The fallout from the Lawyer X case in Victoria shows little sign of abating as news hounds gleefully report a deadlock between Victoria's top prosecutor and a retired high court judge.
At stake is whether charges should be brought against multiple suspected Victorian police officers for perjury and attempting to pervert the course of justice - arising from the recruitment, management and use of Melbourne lawyer Nicola Gobbo to inform on her criminal clients.
It probably seemed like a handy idea at the time - a lawyer with feet in both camps helping the police while defending drug traffickers and murderers. This rewarding dual function surprised the legal profession, whose members had been brought up on the idea that you're not supposed to rat on your clients.
Related: Informant's plea deal behind decision not to lay charges over Lawyer X scandal, says Victorian DPP
Unfortunately for police, some of their scalps have now had convictions overturned as a result of their entanglement with Gobbo.
A royal commission was established and at vast cost (about $40m) it reported two years later in November 2020 - recommending, among other things, the creation of a special investigator to look at prospective criminal charges and breaches of police discipline.
Retired high court judge Geoffrey Nettle took up the reins at the Office of the Special Investigator in December 2021 and has been beavering away ever since, at an estimated cost of another $25m.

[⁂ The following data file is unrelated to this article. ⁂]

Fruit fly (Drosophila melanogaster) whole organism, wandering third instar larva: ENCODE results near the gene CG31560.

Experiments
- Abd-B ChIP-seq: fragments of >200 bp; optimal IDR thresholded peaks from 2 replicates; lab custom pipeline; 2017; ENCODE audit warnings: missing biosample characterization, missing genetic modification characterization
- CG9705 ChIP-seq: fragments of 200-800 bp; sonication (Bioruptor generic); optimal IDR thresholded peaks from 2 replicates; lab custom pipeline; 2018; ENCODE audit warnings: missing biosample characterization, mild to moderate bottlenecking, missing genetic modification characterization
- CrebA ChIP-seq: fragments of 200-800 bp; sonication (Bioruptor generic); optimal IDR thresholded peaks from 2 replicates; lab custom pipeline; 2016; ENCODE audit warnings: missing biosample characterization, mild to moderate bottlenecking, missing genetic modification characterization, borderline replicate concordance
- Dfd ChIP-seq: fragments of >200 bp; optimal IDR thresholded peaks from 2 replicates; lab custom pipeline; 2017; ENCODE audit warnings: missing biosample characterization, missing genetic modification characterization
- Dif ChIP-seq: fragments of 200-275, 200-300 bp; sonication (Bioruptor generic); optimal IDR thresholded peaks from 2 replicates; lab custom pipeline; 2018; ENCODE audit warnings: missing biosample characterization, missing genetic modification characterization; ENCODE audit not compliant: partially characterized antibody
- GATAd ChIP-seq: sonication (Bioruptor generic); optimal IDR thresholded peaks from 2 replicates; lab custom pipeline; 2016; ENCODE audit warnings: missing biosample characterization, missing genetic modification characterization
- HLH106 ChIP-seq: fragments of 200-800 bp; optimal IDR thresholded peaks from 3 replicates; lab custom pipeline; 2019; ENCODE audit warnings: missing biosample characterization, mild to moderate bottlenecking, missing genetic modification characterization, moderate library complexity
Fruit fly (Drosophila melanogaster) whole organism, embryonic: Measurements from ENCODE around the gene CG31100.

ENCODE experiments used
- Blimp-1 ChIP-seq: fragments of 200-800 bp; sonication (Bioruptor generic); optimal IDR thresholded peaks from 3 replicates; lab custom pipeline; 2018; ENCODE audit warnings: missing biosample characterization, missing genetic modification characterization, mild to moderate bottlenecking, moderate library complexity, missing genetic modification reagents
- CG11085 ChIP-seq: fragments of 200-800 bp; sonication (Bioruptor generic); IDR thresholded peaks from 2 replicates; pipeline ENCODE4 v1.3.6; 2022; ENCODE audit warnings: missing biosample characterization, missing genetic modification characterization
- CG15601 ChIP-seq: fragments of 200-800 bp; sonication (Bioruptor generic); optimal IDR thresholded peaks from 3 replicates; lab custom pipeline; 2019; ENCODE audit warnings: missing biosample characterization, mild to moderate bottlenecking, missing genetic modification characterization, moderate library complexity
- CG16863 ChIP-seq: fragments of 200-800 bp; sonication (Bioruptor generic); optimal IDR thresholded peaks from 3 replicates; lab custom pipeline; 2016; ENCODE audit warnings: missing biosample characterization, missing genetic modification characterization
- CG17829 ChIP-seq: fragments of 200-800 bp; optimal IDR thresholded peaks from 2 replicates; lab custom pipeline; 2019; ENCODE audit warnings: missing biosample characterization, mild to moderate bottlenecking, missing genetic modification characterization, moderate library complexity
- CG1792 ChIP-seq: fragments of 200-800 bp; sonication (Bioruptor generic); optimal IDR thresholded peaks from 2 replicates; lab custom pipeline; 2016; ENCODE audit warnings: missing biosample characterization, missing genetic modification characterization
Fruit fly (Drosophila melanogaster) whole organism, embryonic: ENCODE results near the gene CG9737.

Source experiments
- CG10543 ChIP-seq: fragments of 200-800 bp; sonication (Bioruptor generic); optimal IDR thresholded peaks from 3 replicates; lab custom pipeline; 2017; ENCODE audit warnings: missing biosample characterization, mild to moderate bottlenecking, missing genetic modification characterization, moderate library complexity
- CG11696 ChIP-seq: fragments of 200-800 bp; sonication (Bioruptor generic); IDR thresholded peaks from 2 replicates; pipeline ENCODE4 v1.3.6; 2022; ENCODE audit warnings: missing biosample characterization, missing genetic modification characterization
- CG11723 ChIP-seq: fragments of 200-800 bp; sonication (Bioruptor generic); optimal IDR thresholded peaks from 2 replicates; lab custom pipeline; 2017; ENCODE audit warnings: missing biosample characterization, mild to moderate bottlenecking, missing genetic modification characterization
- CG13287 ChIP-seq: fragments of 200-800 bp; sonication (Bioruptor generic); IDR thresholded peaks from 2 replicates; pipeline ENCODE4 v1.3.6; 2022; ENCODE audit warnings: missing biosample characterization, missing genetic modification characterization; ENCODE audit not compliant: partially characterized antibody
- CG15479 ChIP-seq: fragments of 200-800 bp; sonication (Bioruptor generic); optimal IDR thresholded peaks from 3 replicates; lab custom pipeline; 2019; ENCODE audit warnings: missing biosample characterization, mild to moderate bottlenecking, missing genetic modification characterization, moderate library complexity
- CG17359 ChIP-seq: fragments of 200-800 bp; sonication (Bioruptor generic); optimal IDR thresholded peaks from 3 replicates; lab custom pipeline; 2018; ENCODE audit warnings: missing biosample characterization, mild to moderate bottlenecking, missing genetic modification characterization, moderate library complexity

Now, however, he has done something he was destined to do from birth - he grasped the nettle and advised there's no point in continuing with his work because the director of public prosecutions (DPP), Kerri Judd, is disinclined to prosecute the targets of his work.
He prepared a special report to the Victorian parliament outlining the briefs that had been prepared for the DPP.
Judd says she is unconvinced the material is sufficient for reasonable prospects of conviction. Further, she had "no confidence" about the reliability of Gobbo as a prosecution witness.
On Thursday Nettle doubled down, telling the Australian that the DPP's explanations do not "affect the reasons or conclusions expressed in the special report".
And so it goes. The public would be entitled to think that after four years and $125m poured into investigating and correcting this perversion of the course of justice, and a massive lawyers' picnic into the bargain, that there would be a few heads on poles.
This disagreement at the top table has been accompanied by an unseemly comparison of lawyerly skills. The shadow Victorian attorney general, Michael O'Brien, declared that Nettle must know what he is talking about more than Judd because, after all, he has reached the highest reaches of the legal food chain, while the DPP "does not have that level of experience".
Independence is to some extent qualified by public expectations about justice
A former supreme court judge, Stephen Charles, who is also a leading light in the public integrity campaign, says he is "appalled" that Judd has not acted, adding that it should be left for a jury to decide.